US approves $8bn sale of 66 F-16 fighters to Taiwan

US approves $8bn sale of 66 F-16 fighters to Taiwan

Taiwan already has a fleet of old-model F-16s purchased in 1992, which have undergone several upgrades [Pichi Chuang/Reuters]

The US State Department has approved the sale of 66 F-16 fighters to Taiwan, in a move expected to anger Beijing.

Taiwan will get the latest version of the Lockheed Martin-built fighter, the F-16C/D Block 70, in the US$8bn, the State Department announced on Tuesday.

Ahead of the announcement, US President Donald Trump declared that “somebody had to take China on”.

Secretary of State Mike Pompeo said in a statement that Trump had green-lighted the proposed sale after Congress was notified last week.

The F-16s “are deeply consistent with the arrangements, the historical relationship between the United States and China,” Pompeo said.

“Our actions are consistent with past US policy. We are simply following through on the commitments we’ve made to all of the parties.”

The sale also includes 75 General Electric Co engines, as well as other systems.

US Senate Foreign Relations Committee Chairman Jim Risch, a Republican, has welcomed sale, saying “these fighters are critical to improving Taiwan’s ability to defend its sovereign airspace, which is under increasing pressure from the People’s Republic of China.”

Taiwan’s plan to upgrade its air defences comes amid increasing Chinese military incursions into its air space.

Beijing regards Taiwan as a part of China awaiting reunification, but the island is self-ruled and is a close ally of the United States.

Anger in Beijing

In a statement, the Defense Security Cooperation Agency, which oversees US foreign military sales, said Taiwan’s purchase of the F-16s “will not alter the basic military balance in the region.”

“This proposed sale will contribute to the recipient’s capability to provide for the defense of its airspace, regional security, and interoperability with the United States.”

Al Jazeera’s Gabriel Elizondo, reporting from Washington DC, said that if the sale goes through, it would be the biggest military purchase by Taiwan in more than 20 years.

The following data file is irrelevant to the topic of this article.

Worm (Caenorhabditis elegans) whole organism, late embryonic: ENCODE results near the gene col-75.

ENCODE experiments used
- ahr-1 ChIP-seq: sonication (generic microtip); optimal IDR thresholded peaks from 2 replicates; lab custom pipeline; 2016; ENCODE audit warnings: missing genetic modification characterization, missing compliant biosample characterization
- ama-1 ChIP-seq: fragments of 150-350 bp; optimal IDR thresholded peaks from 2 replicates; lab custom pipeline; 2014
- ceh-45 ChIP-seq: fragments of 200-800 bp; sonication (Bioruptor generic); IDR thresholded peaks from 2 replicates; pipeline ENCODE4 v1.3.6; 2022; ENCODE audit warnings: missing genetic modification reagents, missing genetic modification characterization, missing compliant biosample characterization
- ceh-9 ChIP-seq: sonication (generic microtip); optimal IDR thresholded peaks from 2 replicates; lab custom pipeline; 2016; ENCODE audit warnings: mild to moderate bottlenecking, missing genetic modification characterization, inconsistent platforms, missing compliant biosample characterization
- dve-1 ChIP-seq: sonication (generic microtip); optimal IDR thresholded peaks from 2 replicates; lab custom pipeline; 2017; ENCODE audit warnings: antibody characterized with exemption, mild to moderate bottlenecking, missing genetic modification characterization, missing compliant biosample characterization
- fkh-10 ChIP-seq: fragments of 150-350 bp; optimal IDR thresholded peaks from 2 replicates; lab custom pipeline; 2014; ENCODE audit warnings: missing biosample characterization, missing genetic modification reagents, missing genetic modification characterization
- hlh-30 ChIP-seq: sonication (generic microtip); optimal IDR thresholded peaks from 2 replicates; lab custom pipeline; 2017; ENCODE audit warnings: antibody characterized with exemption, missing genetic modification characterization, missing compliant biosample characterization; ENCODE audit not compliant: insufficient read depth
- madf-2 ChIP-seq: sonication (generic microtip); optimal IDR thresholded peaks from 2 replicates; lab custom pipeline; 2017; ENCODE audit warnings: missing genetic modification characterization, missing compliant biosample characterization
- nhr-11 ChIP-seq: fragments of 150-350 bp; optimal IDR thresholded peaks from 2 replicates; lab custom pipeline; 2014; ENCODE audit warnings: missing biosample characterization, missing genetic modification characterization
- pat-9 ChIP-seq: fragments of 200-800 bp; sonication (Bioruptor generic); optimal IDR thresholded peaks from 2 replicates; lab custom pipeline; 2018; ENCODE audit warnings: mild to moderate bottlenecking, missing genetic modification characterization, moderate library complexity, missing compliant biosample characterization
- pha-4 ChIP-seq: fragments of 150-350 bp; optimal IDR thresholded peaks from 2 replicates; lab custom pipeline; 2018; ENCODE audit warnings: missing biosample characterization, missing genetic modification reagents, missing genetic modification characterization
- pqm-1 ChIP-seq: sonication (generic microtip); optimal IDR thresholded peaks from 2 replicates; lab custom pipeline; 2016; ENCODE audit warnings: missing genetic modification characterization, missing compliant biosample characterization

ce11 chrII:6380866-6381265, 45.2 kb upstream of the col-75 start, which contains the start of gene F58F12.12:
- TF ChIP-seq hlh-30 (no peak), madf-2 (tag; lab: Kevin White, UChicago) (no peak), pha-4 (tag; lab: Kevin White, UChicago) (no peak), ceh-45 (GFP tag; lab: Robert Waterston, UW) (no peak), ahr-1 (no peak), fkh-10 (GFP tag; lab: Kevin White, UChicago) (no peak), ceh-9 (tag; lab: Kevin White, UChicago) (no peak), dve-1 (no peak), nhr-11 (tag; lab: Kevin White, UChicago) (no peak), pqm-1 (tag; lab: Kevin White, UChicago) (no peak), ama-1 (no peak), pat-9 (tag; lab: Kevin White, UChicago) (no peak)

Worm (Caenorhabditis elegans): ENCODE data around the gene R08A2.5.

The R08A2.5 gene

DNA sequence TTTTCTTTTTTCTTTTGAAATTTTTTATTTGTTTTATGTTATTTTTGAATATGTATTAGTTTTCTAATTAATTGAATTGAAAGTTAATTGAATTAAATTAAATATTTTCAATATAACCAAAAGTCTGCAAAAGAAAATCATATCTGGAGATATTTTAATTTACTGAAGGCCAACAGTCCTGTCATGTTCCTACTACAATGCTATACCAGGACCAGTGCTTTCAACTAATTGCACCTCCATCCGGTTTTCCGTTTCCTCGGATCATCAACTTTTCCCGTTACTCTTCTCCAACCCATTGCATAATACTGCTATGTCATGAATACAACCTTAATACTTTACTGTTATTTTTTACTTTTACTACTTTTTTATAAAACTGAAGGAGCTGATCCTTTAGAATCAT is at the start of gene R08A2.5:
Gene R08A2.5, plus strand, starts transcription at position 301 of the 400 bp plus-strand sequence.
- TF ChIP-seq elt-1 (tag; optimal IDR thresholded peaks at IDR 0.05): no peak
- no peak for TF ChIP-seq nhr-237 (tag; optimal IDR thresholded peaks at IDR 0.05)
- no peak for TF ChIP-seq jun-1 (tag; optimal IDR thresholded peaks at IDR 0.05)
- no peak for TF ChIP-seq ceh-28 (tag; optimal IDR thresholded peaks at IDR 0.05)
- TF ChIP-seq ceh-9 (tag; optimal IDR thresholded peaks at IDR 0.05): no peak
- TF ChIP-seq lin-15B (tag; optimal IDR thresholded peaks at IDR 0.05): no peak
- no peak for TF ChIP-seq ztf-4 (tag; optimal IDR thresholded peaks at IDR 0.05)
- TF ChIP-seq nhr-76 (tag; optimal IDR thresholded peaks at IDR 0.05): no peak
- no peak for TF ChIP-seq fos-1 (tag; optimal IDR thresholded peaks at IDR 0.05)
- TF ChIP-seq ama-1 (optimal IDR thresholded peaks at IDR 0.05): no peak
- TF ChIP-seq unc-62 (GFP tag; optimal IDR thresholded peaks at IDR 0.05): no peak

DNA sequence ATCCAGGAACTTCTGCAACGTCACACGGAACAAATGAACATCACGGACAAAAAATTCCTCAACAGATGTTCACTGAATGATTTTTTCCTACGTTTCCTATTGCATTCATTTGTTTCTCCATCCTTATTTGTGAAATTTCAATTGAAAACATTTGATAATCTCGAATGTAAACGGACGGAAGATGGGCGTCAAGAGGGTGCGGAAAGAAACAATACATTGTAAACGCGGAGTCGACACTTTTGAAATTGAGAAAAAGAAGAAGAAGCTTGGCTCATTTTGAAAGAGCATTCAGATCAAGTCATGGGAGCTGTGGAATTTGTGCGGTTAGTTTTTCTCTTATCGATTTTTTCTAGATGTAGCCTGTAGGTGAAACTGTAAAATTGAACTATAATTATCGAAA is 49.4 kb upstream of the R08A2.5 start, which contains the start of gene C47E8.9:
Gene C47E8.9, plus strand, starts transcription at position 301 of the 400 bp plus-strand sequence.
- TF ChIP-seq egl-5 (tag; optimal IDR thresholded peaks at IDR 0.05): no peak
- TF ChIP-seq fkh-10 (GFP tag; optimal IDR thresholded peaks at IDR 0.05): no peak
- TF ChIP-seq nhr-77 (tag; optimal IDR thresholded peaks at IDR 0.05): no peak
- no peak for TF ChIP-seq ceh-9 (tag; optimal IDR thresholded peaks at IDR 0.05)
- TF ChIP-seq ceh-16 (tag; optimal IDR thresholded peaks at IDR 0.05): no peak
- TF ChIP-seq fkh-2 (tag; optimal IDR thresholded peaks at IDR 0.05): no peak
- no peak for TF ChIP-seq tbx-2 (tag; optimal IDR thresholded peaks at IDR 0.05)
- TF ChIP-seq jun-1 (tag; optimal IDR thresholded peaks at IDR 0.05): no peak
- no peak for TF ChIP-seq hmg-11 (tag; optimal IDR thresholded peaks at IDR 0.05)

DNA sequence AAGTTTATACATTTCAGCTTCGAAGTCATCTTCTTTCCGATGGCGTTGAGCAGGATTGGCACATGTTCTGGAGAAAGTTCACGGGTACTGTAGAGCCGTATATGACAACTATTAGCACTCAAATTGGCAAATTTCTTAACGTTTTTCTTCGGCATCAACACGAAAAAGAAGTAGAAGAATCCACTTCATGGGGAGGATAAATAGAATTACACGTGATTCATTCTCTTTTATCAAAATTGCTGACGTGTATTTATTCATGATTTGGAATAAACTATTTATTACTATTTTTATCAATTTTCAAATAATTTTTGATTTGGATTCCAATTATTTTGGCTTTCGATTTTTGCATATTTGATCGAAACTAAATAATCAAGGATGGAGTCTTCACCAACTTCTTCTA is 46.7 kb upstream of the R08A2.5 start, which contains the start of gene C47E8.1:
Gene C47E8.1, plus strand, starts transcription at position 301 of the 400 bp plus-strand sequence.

“This is part of the Trump administration’s plan to get closer relations with Taiwan. The Trump administration sent high-level visitors to Taiwan, opened diplomatic offices inTaipei, and the Trump administration supported pro-Taiwan legislation,” he said.

“This arms sales is the most high profile act of supporting Taiwan, and it certainly is going to upset the Chinese.”

On Tuesday, state-owned publication, China Daily, said the sale sends an “erroneous signal” to Beijing.

A senior foreign ministry official was also quoted as saying that “nobody should underestimate” the will of China “to safeguard our sovereignty and territorial integrity.”

On Monday, China’s foreign ministry spokesperson Geng Shuang said US arms sales to Taiwan “severely violate” agreements between Washington and Beijing and “constitute severe interference in China’s internal affairs.”

The United States should “immediately cancel the planned arms sales, and stop selling weapons and military contact with Taiwan,” he said.

“Otherwise, the US will have to bear all the consequences.”

Taiwan already has a fleet of old-model F-16s purchased in 1992, which have undergone several crucial upgrades.

Manufacturer Lockheed Martin says the newest version, the F-16 Block 70/72, includes many avionics, weapons and radar technologies not in existence when earlier models were created.

It is structurally stronger, the company says, so that it “can fly and fight to 2070 and beyond.”

The approval of the sale comes as Washington and Beijing face off in tough trade negotiations that economists say are hurting both of the superpowers, as well as dragging down the global economy.

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